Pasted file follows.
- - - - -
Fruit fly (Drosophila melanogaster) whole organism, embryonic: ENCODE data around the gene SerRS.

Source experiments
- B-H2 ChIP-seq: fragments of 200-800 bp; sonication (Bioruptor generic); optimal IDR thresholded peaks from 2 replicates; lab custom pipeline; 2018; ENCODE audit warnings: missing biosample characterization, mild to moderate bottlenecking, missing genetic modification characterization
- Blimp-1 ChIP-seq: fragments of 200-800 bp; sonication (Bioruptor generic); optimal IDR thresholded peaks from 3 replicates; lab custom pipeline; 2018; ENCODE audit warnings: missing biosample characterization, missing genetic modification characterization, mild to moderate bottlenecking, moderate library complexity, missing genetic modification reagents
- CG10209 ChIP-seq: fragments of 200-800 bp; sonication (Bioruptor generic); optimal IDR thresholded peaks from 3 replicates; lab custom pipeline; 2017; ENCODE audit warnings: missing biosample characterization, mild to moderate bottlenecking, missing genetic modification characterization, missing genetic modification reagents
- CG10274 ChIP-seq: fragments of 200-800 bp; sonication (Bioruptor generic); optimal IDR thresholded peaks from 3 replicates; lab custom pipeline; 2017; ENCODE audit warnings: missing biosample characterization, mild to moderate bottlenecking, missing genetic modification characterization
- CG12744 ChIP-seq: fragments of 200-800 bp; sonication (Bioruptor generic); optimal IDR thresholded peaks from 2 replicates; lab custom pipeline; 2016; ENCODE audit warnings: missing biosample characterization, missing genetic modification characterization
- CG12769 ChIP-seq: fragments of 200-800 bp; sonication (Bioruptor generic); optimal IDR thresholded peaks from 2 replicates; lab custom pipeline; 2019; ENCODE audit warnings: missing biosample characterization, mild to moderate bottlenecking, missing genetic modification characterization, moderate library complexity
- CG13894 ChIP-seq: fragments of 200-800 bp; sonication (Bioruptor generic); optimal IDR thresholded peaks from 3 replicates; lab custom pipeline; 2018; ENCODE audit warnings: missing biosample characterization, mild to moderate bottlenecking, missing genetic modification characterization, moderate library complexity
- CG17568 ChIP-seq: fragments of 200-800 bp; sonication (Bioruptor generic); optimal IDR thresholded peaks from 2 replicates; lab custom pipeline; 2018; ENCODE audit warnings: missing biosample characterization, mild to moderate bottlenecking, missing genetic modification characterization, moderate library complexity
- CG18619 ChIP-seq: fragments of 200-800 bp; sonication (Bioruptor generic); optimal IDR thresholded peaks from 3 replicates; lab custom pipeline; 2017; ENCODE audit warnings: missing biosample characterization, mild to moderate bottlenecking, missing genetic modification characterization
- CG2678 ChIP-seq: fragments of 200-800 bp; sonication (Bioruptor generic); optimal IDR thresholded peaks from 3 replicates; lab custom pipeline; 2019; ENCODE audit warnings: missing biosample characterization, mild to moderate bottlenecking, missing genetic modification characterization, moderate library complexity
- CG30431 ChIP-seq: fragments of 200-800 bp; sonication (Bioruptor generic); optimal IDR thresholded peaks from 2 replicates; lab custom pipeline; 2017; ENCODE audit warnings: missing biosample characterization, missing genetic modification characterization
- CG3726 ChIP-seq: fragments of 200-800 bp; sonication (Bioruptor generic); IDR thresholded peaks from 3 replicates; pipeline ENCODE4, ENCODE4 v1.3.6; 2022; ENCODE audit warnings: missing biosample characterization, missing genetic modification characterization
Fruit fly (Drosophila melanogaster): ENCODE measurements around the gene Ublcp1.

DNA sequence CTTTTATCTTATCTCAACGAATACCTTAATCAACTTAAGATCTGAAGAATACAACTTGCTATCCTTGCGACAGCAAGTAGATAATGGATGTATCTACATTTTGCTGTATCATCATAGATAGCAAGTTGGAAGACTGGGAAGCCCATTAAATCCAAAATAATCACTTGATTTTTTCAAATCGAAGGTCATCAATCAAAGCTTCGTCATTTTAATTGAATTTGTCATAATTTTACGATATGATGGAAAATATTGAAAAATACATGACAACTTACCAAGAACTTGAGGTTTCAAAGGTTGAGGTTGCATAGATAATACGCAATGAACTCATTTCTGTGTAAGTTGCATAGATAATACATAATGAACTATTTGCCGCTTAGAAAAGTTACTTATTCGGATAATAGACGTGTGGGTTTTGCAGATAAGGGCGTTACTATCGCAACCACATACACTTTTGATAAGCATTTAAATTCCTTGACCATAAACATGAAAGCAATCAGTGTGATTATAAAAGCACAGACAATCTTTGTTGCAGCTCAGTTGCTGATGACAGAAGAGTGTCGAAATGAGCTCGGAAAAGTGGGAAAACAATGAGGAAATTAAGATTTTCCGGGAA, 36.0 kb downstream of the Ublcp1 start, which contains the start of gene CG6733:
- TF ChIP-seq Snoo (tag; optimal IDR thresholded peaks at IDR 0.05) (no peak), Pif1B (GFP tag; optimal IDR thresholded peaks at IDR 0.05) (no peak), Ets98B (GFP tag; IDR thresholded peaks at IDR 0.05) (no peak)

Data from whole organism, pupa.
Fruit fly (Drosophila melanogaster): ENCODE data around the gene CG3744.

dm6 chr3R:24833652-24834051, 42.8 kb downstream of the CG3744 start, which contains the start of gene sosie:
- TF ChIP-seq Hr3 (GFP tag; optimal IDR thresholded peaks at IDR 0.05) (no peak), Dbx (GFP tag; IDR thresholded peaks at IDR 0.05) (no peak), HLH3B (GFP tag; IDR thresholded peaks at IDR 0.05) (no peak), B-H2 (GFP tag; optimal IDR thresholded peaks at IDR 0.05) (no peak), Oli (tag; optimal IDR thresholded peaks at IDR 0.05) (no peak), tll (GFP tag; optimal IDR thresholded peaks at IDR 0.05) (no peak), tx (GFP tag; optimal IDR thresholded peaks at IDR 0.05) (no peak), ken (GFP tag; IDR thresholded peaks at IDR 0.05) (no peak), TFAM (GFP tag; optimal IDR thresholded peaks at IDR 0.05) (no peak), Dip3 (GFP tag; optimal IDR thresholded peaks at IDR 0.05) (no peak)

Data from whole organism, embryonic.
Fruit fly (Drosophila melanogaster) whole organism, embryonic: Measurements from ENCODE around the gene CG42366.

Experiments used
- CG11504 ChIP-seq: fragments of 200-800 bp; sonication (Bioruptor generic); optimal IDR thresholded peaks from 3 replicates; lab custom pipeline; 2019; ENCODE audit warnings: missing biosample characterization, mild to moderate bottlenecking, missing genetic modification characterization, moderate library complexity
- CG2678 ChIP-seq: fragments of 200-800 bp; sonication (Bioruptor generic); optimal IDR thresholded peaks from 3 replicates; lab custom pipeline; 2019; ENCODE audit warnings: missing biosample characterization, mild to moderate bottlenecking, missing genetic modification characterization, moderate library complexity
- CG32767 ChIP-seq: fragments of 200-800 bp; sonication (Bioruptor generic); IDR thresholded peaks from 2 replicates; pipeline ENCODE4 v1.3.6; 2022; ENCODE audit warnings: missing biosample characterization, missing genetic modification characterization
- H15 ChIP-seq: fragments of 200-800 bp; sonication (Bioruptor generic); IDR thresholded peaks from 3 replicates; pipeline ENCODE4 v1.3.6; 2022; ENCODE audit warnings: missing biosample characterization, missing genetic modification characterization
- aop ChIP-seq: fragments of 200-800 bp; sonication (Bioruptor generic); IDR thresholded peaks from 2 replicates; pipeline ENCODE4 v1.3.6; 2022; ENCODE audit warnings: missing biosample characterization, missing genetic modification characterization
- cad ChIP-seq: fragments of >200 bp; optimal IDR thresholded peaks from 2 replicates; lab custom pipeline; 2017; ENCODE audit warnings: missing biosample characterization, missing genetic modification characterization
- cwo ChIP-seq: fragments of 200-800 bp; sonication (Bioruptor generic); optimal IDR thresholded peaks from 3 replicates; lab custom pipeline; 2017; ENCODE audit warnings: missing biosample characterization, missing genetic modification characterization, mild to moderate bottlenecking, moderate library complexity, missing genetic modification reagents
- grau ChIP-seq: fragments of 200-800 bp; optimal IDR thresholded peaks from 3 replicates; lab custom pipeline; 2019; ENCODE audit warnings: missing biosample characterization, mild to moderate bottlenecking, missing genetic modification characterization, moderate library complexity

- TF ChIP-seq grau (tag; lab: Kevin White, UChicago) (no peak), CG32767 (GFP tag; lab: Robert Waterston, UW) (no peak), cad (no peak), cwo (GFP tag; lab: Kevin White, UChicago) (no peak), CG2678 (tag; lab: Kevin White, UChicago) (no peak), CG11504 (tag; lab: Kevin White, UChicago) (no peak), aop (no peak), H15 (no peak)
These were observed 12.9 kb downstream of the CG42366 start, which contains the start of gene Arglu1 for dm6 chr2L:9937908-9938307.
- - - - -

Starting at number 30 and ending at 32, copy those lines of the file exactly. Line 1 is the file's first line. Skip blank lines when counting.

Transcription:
- cad ChIP-seq: fragments of >200 bp; optimal IDR thresholded peaks from 2 replicates; lab custom pipeline; 2017; ENCODE audit warnings: missing biosample characterization, missing genetic modification characterization
- cwo ChIP-seq: fragments of 200-800 bp; sonication (Bioruptor generic); optimal IDR thresholded peaks from 3 replicates; lab custom pipeline; 2017; ENCODE audit warnings: missing biosample characterization, missing genetic modification characterization, mild to moderate bottlenecking, moderate library complexity, missing genetic modification reagents
- grau ChIP-seq: fragments of 200-800 bp; optimal IDR thresholded peaks from 3 replicates; lab custom pipeline; 2019; ENCODE audit warnings: missing biosample characterization, mild to moderate bottlenecking, missing genetic modification characterization, moderate library complexity